But don't let the
numbers fool you.
guarantee you he'll get 20 goals in this league easy, maybe a lot more,"
said Edmonton Oiler coach and general manager Glen Sather, who watched the
performance of the 6'3", 210-pound Priakin from the press box.
"Everybody would love to have a few Soviets. They come from a strong,
disciplined background. They're rugged."
But why Calgary,
and why Priakin? Why not star defenseman Vyacheslav Fetisov, for whom the New
Jersey Devils have offered Fort Knox?
"I just can't
answer those questions, because I don't know," said Flame president Cliff
Fletcher, who negotiated the deal—a hard-currency, no-trade, no-cut, fully
guaranteed contract for the balance of this season, plus two more seasons.
Although details have not been released, insiders indicate getting Priakin will
cost Calgary more than $500,000 total. He will get only a percentage of the
money; the largest portion will go to the U.S.S.R. Ice Hockey Federation.
on a budget," says Roman Dacyshyn, executive vice-president of Intercan
Sports, the Canadian company that represents the Soviets. "The Flames pay
the money to [Intercan] three times a year, and we divide it up. He gets pocket
money. He gets a clothing allowance. Obviously, he needs more money for
clothing now than he will later. We have to protect him. He can't go into a
store and buy four suits just because the clerk says he needs them."
that solid drafting and a little luck landed Priakin. "We took an educated
guess last year that the first player to come out of the Soviet Union would not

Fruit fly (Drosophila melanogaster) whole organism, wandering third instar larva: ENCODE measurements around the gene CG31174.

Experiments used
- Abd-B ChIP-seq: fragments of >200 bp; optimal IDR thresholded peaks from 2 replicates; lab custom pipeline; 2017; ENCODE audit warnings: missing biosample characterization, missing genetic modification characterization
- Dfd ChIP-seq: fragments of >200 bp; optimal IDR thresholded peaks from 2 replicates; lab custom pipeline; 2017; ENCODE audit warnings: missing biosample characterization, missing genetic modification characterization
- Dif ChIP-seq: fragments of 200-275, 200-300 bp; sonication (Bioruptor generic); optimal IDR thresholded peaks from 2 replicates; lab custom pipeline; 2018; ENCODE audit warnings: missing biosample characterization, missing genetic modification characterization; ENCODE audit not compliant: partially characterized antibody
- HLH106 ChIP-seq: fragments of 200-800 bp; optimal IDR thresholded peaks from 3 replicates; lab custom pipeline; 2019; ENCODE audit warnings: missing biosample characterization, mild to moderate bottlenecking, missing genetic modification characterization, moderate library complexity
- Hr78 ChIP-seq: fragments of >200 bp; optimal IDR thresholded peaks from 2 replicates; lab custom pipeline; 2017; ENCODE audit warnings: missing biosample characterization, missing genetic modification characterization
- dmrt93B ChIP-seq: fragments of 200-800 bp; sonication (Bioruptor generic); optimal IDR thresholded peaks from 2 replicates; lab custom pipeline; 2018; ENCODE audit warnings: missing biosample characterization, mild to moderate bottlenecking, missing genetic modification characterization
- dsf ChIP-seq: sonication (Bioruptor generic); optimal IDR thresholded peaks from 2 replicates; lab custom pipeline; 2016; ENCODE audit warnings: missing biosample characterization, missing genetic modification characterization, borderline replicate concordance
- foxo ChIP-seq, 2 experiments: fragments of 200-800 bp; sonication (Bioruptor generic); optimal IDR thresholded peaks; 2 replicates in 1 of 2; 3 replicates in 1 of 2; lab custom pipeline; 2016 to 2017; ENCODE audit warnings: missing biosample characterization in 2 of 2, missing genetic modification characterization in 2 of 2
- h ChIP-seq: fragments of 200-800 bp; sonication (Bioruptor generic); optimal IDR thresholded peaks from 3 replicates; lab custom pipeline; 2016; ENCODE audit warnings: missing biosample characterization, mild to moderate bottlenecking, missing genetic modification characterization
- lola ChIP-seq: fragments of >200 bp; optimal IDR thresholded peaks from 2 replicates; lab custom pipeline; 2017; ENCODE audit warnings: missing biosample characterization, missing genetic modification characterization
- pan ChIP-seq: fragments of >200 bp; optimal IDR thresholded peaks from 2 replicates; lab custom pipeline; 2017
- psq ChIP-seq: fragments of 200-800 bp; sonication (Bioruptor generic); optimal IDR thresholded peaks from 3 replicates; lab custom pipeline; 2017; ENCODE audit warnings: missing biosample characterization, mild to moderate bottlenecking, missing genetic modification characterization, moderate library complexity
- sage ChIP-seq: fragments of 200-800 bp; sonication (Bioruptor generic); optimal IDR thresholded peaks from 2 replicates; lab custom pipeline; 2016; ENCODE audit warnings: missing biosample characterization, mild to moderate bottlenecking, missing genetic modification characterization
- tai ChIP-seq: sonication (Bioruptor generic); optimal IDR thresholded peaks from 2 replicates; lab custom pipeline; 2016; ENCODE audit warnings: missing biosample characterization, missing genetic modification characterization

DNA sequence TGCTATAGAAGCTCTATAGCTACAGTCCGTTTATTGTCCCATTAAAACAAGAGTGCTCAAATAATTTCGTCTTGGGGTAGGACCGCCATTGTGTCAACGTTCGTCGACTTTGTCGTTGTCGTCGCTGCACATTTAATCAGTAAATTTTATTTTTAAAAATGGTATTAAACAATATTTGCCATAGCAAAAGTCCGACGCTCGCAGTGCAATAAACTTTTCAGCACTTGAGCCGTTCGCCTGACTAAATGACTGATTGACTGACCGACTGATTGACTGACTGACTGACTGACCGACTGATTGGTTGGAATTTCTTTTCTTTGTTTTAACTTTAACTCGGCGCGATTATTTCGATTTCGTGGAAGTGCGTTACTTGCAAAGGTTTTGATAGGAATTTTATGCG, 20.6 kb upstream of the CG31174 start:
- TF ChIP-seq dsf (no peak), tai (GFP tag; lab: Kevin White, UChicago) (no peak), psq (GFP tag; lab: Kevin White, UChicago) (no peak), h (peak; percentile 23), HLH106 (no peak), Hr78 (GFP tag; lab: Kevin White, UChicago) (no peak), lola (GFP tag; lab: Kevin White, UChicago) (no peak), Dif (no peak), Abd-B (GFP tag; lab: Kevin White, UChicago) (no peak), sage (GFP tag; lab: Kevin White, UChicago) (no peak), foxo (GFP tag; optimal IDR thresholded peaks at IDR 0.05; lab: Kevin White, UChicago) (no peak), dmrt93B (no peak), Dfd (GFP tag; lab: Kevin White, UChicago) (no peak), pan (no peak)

be a star," he says. "We looked at the middle level and decided Priakin
was a likely player to release if they released anyone."
As the 1988 NHL
draft ground to a halt last June, the Flames announced Priakin's name. The son
of a Moscow chauffeur, he was the 252nd and last player taken in the draft.
Sather has a
theory about what happened: "I'm told he's a cut above the rest in terms of
presentation. He dresses well, he acts well, he has a good image. I think he
was released because he'll make a good ambassador."
relations director Rick Skaggs has another theory: "What the Soviets have
to fall back on are their superstars. If Priakin does well, they can say, 'Now
you want our superstars, get out your checkbooks.' "
When he arrived
in Calgary from Hamilton, Ont.—where he was on tour with the Soviet National
Team—Priakin's first stop was at a clothing store. Dacyshyn says, "I get a
call from my son Greg, who's going to travel with Sergei for a couple of weeks,
and he's saying, 'Dad, he's trying on a Hugo Boss suit and it's $850.' I tell
him to look at suits a little more conservative. They settled on one a couple
hundred dollars cheaper. Heck, the kid's got to look good."